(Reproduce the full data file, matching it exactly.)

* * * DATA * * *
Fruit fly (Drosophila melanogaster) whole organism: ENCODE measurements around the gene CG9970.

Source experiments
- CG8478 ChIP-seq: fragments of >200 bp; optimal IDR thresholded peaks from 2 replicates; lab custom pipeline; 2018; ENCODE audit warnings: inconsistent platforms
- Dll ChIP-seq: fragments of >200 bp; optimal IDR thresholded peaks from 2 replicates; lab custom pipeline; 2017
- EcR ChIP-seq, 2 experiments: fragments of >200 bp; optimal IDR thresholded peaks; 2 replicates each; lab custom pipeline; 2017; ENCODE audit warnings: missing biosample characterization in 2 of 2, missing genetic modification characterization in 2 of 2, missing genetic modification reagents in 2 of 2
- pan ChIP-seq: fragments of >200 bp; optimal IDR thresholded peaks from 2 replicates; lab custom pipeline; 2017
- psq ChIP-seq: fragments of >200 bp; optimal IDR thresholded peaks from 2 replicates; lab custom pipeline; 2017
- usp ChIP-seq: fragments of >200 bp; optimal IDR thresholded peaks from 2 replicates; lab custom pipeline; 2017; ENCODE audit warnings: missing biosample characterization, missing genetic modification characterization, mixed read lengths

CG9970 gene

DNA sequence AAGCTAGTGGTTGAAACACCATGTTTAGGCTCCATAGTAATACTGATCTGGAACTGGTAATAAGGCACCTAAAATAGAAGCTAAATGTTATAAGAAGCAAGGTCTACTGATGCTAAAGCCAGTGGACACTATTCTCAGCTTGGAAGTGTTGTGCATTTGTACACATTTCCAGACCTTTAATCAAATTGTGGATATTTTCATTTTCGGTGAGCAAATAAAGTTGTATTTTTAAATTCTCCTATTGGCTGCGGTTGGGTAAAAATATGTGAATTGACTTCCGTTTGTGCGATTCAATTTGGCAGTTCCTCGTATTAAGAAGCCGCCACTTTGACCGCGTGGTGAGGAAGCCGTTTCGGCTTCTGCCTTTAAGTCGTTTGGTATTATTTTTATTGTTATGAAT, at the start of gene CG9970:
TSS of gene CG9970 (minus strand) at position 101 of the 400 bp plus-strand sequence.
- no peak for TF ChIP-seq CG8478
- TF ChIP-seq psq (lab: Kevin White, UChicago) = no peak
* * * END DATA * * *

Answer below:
Fruit fly (Drosophila melanogaster) whole organism: ENCODE measurements around the gene CG9970.

Source experiments
- CG8478 ChIP-seq: fragments of >200 bp; optimal IDR thresholded peaks from 2 replicates; lab custom pipeline; 2018; ENCODE audit warnings: inconsistent platforms
- Dll ChIP-seq: fragments of >200 bp; optimal IDR thresholded peaks from 2 replicates; lab custom pipeline; 2017
- EcR ChIP-seq, 2 experiments: fragments of >200 bp; optimal IDR thresholded peaks; 2 replicates each; lab custom pipeline; 2017; ENCODE audit warnings: missing biosample characterization in 2 of 2, missing genetic modification characterization in 2 of 2, missing genetic modification reagents in 2 of 2
- pan ChIP-seq: fragments of >200 bp; optimal IDR thresholded peaks from 2 replicates; lab custom pipeline; 2017
- psq ChIP-seq: fragments of >200 bp; optimal IDR thresholded peaks from 2 replicates; lab custom pipeline; 2017
- usp ChIP-seq: fragments of >200 bp; optimal IDR thresholded peaks from 2 replicates; lab custom pipeline; 2017; ENCODE audit warnings: missing biosample characterization, missing genetic modification characterization, mixed read lengths

CG9970 gene

DNA sequence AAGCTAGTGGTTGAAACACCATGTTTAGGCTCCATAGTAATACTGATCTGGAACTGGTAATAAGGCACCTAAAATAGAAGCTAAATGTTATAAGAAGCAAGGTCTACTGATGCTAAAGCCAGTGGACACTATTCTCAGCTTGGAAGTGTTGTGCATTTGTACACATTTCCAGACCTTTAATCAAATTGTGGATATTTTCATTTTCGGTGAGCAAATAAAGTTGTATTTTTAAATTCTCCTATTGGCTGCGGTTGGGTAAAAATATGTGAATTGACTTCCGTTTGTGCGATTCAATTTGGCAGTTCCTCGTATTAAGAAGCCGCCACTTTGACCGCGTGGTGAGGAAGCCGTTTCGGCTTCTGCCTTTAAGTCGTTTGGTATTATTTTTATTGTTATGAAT, at the start of gene CG9970:
TSS of gene CG9970 (minus strand) at position 101 of the 400 bp plus-strand sequence.
- no peak for TF ChIP-seq CG8478
- TF ChIP-seq psq (lab: Kevin White, UChicago) = no peak